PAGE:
Other than may be inferred from the evidence "that prior to the accident the plaintiff's intestate stopped at a lunch room several hundred feet away from the accident, northerly from the bridge, and made some inquiries and then left the lunch room," there is no evidence in the record as to how or when he reached the point near the place of the accident, or as to why he left the sidewalk, especially if the jury should find, as they were warranted in doing, that immediately prior to the accident there was no street car upon or about to leave the bridge to go in a southerly direction.

The motion for a directed verdict for the defendant based on the contention that the collision and injury were not due to the negligence of the defendant was denied rightly, for the reason that the evidence shown by the record warranted the jury in finding that the defendant, as he made the turn across the car tracks, described in the evidence, should have seen the perilous position of the plaintiff's intestate and avoided

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the collision by stopping or changing the direction of his automobile, one or both actions being reasonably feasible and adequate to protect the intestate if the defendant when he should have seen him was not hindered by driving at a rate of speed which in the circumstances was greater than was reasonably proper. G. L. c. 90, ยง 17. The evidence did not warrant a directed verdict for the defendant on the ground that the intestate was not in the exercise of due care.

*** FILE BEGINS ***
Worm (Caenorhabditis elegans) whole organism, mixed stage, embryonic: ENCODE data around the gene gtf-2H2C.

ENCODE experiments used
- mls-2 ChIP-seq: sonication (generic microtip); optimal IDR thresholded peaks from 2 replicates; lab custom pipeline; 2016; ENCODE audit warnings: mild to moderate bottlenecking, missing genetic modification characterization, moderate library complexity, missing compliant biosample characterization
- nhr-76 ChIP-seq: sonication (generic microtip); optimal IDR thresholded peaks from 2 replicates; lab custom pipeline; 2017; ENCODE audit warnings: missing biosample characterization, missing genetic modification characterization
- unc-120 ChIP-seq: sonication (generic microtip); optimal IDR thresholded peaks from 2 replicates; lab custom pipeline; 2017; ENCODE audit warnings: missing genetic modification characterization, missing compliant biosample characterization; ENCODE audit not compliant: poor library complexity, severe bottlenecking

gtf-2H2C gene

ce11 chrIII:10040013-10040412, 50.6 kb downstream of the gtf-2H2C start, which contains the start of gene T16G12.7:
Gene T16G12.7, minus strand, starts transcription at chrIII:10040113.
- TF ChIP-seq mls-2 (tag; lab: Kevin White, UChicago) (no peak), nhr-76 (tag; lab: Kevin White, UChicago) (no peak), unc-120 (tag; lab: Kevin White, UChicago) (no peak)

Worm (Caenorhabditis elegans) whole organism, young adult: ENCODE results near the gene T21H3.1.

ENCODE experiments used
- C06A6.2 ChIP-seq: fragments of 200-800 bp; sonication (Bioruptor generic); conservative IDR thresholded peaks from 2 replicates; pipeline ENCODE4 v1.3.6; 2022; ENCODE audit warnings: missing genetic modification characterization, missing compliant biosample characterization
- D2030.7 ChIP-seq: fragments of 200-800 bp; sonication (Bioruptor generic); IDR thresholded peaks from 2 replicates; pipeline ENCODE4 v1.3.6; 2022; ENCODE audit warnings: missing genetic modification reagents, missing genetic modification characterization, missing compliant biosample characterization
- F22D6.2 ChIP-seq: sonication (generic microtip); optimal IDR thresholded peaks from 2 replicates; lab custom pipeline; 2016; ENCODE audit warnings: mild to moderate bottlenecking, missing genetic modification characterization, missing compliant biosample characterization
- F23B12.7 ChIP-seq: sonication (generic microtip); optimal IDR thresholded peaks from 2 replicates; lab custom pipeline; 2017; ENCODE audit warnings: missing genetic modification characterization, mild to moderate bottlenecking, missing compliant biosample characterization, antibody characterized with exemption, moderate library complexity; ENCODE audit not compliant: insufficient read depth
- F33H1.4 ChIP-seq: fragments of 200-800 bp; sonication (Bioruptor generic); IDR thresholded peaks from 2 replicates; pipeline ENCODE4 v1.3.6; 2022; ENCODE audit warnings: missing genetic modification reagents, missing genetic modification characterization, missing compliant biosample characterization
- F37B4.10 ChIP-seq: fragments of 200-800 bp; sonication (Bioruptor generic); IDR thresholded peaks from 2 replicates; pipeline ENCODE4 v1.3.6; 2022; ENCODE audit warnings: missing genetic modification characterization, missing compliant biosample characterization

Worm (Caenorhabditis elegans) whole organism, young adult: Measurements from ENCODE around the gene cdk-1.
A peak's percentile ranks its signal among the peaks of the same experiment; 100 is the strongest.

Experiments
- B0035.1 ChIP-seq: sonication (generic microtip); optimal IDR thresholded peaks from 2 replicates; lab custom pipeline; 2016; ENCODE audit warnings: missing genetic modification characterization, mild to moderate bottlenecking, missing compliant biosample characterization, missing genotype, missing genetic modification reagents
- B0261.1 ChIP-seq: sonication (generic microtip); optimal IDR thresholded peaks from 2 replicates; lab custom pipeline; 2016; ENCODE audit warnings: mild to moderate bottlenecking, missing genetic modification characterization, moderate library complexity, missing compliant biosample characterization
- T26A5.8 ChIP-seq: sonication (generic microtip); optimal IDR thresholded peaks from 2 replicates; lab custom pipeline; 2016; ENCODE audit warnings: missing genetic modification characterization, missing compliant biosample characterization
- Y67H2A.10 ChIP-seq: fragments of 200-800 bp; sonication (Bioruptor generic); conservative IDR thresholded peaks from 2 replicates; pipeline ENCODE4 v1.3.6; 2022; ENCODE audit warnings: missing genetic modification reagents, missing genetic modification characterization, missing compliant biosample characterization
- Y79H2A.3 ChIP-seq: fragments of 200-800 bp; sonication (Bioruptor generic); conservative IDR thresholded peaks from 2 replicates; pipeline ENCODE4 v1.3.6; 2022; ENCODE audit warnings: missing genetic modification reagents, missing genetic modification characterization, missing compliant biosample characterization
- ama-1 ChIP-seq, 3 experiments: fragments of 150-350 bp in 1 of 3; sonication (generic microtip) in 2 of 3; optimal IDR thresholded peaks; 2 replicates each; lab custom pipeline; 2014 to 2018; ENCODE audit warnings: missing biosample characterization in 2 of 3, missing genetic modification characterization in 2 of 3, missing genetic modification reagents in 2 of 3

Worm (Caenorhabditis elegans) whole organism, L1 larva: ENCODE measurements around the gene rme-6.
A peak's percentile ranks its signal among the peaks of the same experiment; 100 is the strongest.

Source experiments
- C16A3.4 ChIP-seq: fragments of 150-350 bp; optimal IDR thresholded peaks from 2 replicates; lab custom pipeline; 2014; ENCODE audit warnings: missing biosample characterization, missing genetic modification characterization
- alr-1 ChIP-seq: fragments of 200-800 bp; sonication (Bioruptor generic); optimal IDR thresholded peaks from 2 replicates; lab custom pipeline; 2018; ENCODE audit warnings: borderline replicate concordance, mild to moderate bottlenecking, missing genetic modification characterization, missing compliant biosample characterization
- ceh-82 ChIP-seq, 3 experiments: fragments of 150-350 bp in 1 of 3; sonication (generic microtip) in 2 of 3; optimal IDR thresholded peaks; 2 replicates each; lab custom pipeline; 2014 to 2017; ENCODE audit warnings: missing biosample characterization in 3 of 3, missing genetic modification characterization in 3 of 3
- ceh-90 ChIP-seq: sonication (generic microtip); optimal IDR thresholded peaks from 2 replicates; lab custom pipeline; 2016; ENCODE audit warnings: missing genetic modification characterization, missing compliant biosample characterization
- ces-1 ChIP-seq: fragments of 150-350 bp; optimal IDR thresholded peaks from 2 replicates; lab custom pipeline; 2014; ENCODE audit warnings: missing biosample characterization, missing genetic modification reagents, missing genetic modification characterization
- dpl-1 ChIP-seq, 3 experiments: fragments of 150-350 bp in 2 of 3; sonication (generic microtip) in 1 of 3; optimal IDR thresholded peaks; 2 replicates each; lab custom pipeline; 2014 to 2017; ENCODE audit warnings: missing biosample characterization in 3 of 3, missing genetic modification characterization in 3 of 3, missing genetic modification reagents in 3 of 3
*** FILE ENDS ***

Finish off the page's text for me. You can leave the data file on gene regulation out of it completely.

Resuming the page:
We do not think any useful purpose requires that there should here be set down the parts of the charge excepted to by the defendant, wherein the judge referred to the possibility of the plaintiff's intestate attempting to take the street car on his way home to North Andover. There is nothing in the record which warranted the instructions complained of, whether what the judge said be treated as illustrative or inferences of fact. The error was substantial and prejudicial to the defendant, and a new trial would be required were it not for the address of the presiding judge to the jury, in response to the defendant's request, which follows: "Now, then on the other hand, in so far as I spoke to you about the street car coming and this man stepping out at the time of the approaching street car; I used that merely as an illustration. I don't know whether that car goes to Andover or where it goes; there might be car barns next to the mill, and it may have gone in there, but I simply used it as an illustration of the drawing of an inference. Now, so far as having any bearing on this case, other than as an illustration in a charge, I direct you to disregard and totally banish it from your thoughts and give it no weight whatever. I don't know as I can make it any plainer." It is evident from the report of the conference at the bench that the judge supposed that what he afterwards said to the jury cured the just complaint to his charge. If the defendant believed it to be in any respect insufficient to that end he should at the close of the charge have pointed out and indicated wherein it was deficient. Failing so to do he should not be permitted to complain further of it after verdict.

Exceptions overruled.